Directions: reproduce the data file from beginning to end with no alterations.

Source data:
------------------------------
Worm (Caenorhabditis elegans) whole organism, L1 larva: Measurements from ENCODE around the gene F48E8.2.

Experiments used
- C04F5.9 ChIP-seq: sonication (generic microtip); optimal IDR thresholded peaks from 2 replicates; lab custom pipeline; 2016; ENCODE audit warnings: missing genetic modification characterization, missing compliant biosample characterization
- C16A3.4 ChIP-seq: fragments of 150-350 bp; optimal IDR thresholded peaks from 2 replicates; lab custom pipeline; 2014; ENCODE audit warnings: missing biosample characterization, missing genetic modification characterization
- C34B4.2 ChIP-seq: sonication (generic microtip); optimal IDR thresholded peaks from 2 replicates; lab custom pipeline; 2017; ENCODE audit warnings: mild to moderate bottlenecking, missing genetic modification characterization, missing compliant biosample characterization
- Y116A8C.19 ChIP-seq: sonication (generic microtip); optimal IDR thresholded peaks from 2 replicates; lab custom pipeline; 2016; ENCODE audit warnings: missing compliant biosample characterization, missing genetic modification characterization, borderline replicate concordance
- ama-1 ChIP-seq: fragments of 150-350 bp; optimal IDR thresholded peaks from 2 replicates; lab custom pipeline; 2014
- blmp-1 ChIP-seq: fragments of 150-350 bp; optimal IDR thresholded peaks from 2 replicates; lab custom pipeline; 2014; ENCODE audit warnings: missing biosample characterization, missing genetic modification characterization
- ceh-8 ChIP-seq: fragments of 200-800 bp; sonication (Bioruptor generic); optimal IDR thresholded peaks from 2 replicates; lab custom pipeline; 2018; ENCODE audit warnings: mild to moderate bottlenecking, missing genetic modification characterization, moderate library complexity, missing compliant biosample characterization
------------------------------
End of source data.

Worm (Caenorhabditis elegans) whole organism, L1 larva: Measurements from ENCODE around the gene F48E8.2.

Experiments used
- C04F5.9 ChIP-seq: sonication (generic microtip); optimal IDR thresholded peaks from 2 replicates; lab custom pipeline; 2016; ENCODE audit warnings: missing genetic modification characterization, missing compliant biosample characterization
- C16A3.4 ChIP-seq: fragments of 150-350 bp; optimal IDR thresholded peaks from 2 replicates; lab custom pipeline; 2014; ENCODE audit warnings: missing biosample characterization, missing genetic modification characterization
- C34B4.2 ChIP-seq: sonication (generic microtip); optimal IDR thresholded peaks from 2 replicates; lab custom pipeline; 2017; ENCODE audit warnings: mild to moderate bottlenecking, missing genetic modification characterization, missing compliant biosample characterization
- Y116A8C.19 ChIP-seq: sonication (generic microtip); optimal IDR thresholded peaks from 2 replicates; lab custom pipeline; 2016; ENCODE audit warnings: missing compliant biosample characterization, missing genetic modification characterization, borderline replicate concordance
- ama-1 ChIP-seq: fragments of 150-350 bp; optimal IDR thresholded peaks from 2 replicates; lab custom pipeline; 2014
- blmp-1 ChIP-seq: fragments of 150-350 bp; optimal IDR thresholded peaks from 2 replicates; lab custom pipeline; 2014; ENCODE audit warnings: missing biosample characterization, missing genetic modification characterization
- ceh-8 ChIP-seq: fragments of 200-800 bp; sonication (Bioruptor generic); optimal IDR thresholded peaks from 2 replicates; lab custom pipeline; 2018; ENCODE audit warnings: mild to moderate bottlenecking, missing genetic modification characterization, moderate library complexity, missing compliant biosample characterization